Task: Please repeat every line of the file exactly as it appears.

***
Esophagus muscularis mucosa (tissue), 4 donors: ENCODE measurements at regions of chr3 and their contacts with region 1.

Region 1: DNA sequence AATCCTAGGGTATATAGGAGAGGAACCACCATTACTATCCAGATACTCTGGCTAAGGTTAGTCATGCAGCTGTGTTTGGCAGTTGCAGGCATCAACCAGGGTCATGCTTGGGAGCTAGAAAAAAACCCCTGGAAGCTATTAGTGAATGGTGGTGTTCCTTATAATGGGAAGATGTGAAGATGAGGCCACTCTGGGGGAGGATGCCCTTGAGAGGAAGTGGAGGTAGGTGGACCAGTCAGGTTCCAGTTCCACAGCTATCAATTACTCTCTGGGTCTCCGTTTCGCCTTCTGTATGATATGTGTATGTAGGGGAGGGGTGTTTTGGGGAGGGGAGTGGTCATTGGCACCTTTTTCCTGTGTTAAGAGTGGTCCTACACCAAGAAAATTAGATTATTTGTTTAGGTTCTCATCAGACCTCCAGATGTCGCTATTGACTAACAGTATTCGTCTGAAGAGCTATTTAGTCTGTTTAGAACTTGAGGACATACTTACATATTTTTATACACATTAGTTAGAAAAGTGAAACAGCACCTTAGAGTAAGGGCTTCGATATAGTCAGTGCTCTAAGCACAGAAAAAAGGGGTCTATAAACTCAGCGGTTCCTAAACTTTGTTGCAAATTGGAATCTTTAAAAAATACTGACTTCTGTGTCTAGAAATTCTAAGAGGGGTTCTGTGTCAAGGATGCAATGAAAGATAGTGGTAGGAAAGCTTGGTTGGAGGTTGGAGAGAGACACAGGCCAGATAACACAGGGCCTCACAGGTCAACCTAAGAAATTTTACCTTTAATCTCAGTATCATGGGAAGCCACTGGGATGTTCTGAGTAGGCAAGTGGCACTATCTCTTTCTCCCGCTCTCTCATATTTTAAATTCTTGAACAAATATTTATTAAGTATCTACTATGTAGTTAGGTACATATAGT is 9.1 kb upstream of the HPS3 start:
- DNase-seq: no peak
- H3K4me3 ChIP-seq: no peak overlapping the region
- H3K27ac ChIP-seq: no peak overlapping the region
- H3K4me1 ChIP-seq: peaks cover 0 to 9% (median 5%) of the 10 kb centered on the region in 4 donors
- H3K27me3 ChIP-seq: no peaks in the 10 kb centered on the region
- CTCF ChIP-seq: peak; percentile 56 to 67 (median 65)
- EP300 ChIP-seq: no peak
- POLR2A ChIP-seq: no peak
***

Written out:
Esophagus muscularis mucosa (tissue), 4 donors: ENCODE measurements at regions of chr3 and their contacts with region 1.

Region 1: DNA sequence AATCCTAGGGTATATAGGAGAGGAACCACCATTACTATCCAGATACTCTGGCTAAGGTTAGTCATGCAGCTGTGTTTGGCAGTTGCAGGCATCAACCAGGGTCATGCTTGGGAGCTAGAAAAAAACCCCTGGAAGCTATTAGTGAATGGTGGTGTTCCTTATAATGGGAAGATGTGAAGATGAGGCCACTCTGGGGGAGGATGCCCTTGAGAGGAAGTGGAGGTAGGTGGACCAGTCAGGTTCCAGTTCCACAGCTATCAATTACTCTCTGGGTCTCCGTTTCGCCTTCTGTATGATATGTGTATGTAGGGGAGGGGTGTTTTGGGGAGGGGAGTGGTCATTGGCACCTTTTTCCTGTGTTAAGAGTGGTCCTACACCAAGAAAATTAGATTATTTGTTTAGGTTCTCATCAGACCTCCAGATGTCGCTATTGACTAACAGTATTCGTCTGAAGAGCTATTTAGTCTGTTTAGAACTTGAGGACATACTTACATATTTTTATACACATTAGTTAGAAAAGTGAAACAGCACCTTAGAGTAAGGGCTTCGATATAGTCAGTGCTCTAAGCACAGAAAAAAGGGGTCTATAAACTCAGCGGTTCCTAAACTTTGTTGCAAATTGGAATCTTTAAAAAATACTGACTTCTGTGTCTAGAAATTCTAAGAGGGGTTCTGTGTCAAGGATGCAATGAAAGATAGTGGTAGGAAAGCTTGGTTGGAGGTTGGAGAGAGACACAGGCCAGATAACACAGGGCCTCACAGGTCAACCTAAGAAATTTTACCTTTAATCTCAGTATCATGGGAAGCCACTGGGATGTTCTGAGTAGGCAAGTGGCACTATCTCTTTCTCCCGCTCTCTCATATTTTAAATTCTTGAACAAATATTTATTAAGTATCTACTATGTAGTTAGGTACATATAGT is 9.1 kb upstream of the HPS3 start:
- DNase-seq: no peak
- H3K4me3 ChIP-seq: no peak overlapping the region
- H3K27ac ChIP-seq: no peak overlapping the region
- H3K4me1 ChIP-seq: peaks cover 0 to 9% (median 5%) of the 10 kb centered on the region in 4 donors
- H3K27me3 ChIP-seq: no peaks in the 10 kb centered on the region
- CTCF ChIP-seq: peak; percentile 56 to 67 (median 65)
- EP300 ChIP-seq: no peak
- POLR2A ChIP-seq: no peak